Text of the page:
Complainant Alberto Naldoza, Accused in the aforestated cases was the barangay chairman of Barangay Kirayan, Tacas, Miagao, Iloilo. He ran for re-election in the May 8, 1994 elections. The spouses Generoso Flame and Lucia Flame and the spouses Marlon Piedad and Rosemarie Piedad thereafter accused complainant of vote-buying in winning the election. Accordingly, the Chief of Police of Miagao with whom the charge was lodged, filed on May 8, 1994, two separate complaints against Naldoza for vote-buying in violation of Section 21, Article XII of the Omnibus Election Code (BP 881). Both cases were assigned to respondent judge’s court and docketed thereat as Criminal Cases Nos. 1726 and 1727.
Respondent examined the private complainants, adopting for the purpose the transcript of the question-and-answer type of examination conducted by the Chief of Police and sworn to before him by the parties.
On May 10, 1994, respondent issued an order finding probable cause to believe complainant Naldoza committed the crime charged, and respondent thereupon issued the warrants for complainant’s arrest in the 2 criminal cases, fixing the bail at P10,000.00 in each case, for his provisional liberty. Complainant was arrested and detained.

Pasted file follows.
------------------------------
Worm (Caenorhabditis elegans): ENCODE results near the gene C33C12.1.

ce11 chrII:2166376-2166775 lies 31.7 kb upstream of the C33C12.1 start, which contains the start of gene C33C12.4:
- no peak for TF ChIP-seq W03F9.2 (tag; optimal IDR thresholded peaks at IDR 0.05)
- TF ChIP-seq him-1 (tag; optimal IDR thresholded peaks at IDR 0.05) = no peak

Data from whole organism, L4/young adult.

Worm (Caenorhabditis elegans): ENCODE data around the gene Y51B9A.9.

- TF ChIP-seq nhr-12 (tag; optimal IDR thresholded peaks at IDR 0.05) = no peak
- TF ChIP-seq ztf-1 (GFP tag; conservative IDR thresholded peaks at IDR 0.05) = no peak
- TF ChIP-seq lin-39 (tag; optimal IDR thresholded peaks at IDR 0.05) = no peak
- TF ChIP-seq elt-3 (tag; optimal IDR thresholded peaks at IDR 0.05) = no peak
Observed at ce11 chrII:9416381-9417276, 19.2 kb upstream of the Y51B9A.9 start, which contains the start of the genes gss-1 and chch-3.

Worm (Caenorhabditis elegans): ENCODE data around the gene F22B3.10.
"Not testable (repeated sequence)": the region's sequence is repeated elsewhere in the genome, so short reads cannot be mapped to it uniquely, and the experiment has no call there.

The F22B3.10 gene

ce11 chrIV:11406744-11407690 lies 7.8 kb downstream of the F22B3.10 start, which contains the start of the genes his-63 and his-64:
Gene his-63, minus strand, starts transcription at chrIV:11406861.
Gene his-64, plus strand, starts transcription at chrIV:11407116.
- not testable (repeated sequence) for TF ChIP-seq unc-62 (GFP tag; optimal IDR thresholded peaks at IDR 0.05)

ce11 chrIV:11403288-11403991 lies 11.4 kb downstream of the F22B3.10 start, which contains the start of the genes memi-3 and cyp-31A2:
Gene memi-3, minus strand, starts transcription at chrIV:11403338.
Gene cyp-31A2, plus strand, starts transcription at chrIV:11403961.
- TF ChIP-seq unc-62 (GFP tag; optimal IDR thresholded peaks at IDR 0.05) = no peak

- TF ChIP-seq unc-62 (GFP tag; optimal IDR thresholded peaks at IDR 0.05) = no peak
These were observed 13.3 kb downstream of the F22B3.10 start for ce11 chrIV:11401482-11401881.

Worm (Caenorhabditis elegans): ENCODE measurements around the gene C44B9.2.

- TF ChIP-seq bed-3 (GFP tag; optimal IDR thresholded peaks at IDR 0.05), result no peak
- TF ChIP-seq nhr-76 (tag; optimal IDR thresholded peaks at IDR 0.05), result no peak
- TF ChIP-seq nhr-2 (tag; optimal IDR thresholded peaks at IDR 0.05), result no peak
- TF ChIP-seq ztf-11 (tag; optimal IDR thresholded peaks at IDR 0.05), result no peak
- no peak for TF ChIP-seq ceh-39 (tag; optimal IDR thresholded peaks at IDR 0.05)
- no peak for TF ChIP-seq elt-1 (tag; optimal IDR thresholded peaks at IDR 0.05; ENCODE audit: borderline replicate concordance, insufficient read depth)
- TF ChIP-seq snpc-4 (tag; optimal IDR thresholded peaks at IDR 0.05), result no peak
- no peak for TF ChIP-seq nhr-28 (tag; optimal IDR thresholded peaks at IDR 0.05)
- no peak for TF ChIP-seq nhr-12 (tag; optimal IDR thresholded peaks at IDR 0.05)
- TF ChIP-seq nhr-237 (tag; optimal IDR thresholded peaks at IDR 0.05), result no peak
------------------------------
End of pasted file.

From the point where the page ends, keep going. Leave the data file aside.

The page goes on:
On May 11, 1995, respondent issued an order, directing complainant to appear before the court and to submit his counter-affidavit and those of his witnesses within 10 days from receipt of a copy of the complaints and affidavits of prosecution witnesses pursuant to Section 3(b), Rule 112 of the 1985 Rules on Criminal Procedure, as amended.
Complainant filed a motion to quash the complaints against him and to lift the warrants of arrest on the ground that the preliminary investigation was irregularly conducted and the warrants of arrest improperly issued, thereby denying him due process. The motion was denied by respondent in his order of May 31, 1994, for the reason therein stated and referred the cases to the Commission on Elections (COMELEC) for further proceedings.
On June 6, 1994, respondent issued another order, reconsidering his order of May 31, 1994 insofar as it referred the cases to the COMELEC. The cases were instead remanded to the Chief of Police of Miagao, Iloilo with instructions to file the same directly with the provincial prosecutor. The warrants of arrest were lifted and complainant’s release was ordered.
In the meantime, complainant filed an administrative complaints against respondent with the Commission on Human Rights, protesting the irregularity in the conduct of preliminary investigation, the improper issuance of the warrants of arrest, and for ignorance of law.